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Mapping Ancient Germania: Berlin Researchers Crack the Ptolemy Code

Posted on October 2nd, 2010 at 16:41 by John Sinteur in category: News

[Quote]:

A group of classical philologists, mathematical historians and surveying experts at Berlin Technical University’s Department for Geodesy and Geoinformation Science has produced an astonishing map of central Europe as it was 2,000 years ago.

The map shows that both the North and Baltic Seas were known as the "Germanic Ocean" and the Franconian Forest in northern Bavaria was "Sudeti Montes." The map indicates three "Saxons’ islands" off the Frisian coast in northwestern Germany — known today as Amrum, Föhr and Sylt.

It also shows a large number of cities. The eastern German city that is now called Jena, for example, was called "Bicurgium," while Essen was "Navalia." Even the town of Fürstenwalde in eastern Germany appears to have existed 2,000 years ago. Its name then was "Susudata," a word derived from the Germanic term "susutin," or "sow’s wallow" — suggesting that the city’s skyline was perhaps less than imposing.

This unusual map draws on information from the mathematician and astronomer Ptolemy, who, in 150 AD, embarked on a project to depict the entire known world. Living in Alexandria, in the shadow of its monumental lighthouse, the ancient scholar drew 26 maps in colored ink on dried animal skins — a Google Earth of the ancient world, if you will.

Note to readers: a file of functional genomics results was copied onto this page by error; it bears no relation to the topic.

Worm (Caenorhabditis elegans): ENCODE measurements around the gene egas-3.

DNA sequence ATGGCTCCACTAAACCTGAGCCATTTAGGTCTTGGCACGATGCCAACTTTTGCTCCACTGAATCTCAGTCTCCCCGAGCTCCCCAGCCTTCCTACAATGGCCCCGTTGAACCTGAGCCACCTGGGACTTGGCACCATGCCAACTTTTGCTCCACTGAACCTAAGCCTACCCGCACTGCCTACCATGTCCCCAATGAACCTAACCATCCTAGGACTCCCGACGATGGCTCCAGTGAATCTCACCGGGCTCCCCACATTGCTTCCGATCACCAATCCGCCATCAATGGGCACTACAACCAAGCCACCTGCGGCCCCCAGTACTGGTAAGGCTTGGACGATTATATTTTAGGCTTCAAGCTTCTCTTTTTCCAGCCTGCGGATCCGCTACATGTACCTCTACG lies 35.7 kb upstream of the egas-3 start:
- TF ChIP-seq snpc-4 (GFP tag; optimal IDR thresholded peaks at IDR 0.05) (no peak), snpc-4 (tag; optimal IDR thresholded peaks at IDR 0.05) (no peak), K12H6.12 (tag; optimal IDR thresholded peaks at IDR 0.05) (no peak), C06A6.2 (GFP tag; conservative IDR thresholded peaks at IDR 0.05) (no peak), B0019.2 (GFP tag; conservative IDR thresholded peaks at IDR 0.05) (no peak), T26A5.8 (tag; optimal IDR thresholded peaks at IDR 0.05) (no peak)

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How a Trading Algorithm Went Awry

Posted on October 2nd, 2010 at 16:40 by John Sinteur in category: Robber Barons

[Quote]:

The eagerly awaited report on the causes of the May 6 "flash crash" portrayed a market so fragmented and fragile that a single large trade could send stocks into a sudden spiral.

The report, released by federal regulators on Friday, went further than many in the market had expected by pinpointing one trade by a mutual-fund company as a key contributing factor to the market’s plunge.

Regulators say that the firm— which was Overland Park, Kan.-based Waddell & Reed Financial Inc., according to people familiar with the trading—chose to sell a big number of futures contracts using a computer program that essentially ended up wiping out available buyers in the market.